Governor Brian Kemp today extended the Public Health State of Emergency for Georgia through August 11. He also extended existing COVID-19 safety measures.
“While we continue to see a decreasing case fatality rate, expanded testing, and adequate hospital surge capacity, in recent days, Georgia has seen an increase in new cases reported and current hospitalizations,” Kemp said in announcing his decision.
He made the announcement on a day when the Georgia Department of Public Health reported 79,417 cumulative COVID-19 cases in the state, an increase of 2,210 cases in just the past 24 hours.
The state’s highest ever single-day spike, came on Sunday when public health officials reported an increase of 2,225 new coronavirus cases.
On Friday, Kemp said he has no plans to impose new restrictions on Georgians and will not require people to wear masks. Still, the governor’s move is an acknowledgment that the COVID-19 pandemic is growing worse.
Kemp signed two executive orders on June 29. The first extends the Public Health State of Emergency through 11:59 p.m. on August 11. The existing state of emergency was set to expire on July 12. By extending his emergency declaration, Kemp makes it easier for the state to work across agencies and with the private sector to procure supplies, coordinate comprehensive testing, and provide healthcare capacity.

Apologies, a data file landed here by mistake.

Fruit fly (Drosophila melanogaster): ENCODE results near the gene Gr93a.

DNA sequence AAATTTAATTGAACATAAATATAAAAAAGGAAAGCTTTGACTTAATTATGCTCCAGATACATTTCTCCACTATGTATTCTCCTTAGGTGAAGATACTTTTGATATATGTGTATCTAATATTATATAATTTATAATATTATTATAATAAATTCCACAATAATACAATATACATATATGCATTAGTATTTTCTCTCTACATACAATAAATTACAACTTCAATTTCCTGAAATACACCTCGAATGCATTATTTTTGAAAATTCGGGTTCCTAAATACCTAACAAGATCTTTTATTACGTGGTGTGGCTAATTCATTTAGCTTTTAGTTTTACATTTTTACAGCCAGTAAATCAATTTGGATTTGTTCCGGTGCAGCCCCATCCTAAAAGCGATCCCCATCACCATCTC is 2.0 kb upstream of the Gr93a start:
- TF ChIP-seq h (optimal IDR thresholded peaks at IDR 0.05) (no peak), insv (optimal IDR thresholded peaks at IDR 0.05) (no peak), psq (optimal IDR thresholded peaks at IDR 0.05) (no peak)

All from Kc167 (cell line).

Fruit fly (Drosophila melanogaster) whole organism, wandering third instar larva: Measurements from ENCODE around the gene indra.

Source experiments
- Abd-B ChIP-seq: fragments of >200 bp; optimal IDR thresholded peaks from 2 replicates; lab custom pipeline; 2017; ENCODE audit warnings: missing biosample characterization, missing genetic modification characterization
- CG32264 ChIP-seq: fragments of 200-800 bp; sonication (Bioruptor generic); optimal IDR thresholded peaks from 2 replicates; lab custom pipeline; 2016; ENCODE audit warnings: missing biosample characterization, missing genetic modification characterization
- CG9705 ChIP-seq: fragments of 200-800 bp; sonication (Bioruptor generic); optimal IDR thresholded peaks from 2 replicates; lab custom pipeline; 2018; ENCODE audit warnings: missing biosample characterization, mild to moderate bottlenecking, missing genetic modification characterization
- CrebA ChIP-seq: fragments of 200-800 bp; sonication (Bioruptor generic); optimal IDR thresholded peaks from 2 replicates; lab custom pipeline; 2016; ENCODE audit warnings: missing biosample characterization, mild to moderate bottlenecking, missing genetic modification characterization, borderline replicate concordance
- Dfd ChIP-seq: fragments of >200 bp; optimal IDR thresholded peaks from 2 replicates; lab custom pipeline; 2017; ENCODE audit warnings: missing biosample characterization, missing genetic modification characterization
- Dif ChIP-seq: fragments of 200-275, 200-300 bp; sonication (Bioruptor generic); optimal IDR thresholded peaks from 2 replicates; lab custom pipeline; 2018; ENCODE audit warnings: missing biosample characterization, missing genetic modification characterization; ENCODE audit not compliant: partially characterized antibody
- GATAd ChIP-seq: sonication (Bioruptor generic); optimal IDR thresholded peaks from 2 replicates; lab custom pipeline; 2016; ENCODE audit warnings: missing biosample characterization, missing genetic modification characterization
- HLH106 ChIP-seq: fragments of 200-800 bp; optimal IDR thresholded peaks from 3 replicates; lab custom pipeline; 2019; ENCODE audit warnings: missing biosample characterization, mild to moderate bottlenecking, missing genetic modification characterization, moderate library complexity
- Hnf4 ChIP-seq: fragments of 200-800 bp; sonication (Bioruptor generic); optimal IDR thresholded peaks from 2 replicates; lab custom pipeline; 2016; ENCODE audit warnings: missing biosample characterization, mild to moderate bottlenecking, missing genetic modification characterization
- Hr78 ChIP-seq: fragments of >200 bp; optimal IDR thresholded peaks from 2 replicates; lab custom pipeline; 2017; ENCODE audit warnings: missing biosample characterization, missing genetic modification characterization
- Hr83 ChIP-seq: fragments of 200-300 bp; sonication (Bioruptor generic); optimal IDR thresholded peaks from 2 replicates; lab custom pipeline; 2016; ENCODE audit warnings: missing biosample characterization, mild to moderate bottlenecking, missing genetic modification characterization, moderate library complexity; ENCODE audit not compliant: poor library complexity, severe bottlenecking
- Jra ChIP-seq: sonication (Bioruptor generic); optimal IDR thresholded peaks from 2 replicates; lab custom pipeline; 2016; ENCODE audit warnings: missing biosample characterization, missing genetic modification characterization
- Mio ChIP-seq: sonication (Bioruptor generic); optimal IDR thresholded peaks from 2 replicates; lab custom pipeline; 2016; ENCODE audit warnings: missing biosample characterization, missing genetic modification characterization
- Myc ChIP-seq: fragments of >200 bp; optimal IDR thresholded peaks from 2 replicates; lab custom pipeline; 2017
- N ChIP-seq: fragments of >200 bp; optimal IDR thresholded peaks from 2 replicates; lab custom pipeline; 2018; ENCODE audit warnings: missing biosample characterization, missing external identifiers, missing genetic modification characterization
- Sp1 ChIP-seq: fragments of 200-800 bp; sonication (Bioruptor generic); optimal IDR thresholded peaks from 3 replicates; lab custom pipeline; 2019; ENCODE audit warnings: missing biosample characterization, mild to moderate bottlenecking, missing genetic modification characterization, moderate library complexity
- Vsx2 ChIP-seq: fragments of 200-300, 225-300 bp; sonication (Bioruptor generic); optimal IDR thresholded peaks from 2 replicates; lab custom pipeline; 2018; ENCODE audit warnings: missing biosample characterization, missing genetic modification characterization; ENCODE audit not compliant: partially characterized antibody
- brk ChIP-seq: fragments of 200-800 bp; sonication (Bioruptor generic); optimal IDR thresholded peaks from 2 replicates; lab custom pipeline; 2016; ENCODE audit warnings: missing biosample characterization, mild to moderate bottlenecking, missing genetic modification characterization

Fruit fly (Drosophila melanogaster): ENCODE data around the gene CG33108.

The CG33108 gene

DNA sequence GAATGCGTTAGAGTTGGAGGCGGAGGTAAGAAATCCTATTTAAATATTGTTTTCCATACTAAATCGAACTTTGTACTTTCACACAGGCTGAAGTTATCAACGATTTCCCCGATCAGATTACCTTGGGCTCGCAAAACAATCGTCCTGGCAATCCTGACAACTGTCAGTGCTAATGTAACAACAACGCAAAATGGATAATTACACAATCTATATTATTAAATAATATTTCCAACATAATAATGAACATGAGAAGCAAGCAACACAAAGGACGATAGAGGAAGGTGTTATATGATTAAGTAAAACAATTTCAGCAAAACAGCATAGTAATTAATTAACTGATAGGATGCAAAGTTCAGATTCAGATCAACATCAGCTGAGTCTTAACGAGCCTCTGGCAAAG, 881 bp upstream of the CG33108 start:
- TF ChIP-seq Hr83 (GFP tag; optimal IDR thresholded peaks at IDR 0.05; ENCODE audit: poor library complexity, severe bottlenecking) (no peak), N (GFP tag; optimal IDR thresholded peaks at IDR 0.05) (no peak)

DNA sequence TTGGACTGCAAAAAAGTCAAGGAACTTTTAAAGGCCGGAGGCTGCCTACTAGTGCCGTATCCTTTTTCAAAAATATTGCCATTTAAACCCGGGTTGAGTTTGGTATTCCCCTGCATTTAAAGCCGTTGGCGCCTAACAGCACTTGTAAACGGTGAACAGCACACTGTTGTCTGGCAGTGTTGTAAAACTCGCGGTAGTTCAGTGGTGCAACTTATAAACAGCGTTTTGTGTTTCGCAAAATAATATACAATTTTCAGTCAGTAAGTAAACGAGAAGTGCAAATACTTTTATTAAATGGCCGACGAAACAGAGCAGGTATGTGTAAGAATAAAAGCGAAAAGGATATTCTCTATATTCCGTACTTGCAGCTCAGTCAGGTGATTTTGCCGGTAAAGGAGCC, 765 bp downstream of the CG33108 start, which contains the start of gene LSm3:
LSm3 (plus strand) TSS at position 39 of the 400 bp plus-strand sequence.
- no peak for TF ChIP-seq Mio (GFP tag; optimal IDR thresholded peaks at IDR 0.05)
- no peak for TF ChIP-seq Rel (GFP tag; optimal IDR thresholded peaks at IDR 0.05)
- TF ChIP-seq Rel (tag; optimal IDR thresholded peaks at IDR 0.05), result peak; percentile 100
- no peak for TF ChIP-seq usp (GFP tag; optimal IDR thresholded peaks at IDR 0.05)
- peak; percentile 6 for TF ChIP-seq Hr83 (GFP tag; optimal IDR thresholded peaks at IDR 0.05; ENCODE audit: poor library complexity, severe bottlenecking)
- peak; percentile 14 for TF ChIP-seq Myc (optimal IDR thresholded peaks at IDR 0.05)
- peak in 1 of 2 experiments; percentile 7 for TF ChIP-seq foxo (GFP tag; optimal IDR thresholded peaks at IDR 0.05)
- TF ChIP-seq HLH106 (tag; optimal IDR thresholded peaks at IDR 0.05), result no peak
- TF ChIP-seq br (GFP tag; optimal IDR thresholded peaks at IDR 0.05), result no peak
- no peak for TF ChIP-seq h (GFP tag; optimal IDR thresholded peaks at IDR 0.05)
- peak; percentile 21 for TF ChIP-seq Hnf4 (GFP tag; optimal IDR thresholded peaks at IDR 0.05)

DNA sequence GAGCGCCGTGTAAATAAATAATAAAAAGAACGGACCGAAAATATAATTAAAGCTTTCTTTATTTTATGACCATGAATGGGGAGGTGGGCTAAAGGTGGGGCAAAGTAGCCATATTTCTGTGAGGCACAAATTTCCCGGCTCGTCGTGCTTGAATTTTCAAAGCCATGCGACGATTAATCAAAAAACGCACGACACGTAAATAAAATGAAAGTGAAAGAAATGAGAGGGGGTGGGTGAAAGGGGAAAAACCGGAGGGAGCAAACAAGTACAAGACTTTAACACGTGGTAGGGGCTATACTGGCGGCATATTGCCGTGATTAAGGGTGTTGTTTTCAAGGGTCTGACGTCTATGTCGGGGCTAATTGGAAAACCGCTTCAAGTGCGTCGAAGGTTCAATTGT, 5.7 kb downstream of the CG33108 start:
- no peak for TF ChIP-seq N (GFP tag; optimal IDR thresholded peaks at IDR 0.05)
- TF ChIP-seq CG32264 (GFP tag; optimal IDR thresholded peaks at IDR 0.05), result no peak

The governor also extended current statewide safety measures through mid-July. His latest order requires Georgians to continue to practice social distancing, bans crowds of more than fifty people unless they are socially distanced six feet apart, and extends the shelter-in-place order for long-term care residents and the medically fragile. Kemp’s order also outlines mandatory criteria for businesses.
These current restrictions were set to expire on Tuesday, June 30, but will now apply through at least July 15.
The governor also instructed the State Board of Education to follow the guidance of the Department of Public Health and American Academy of Pediatrics to provide “rules, regulations, and guidance” to local boards of education for operating public elementary and secondary schools.
Gov. Kemp says officials will continue to monitor ongoing cases and related data “to ensure that we are taking appropriate measures moving forward.” He is embarking on a statewide tour to encourage Georgians to follow public health guidance in combatting COVID-19 by “wearing a mask, washing their hands regularly, and practicing social distancing.”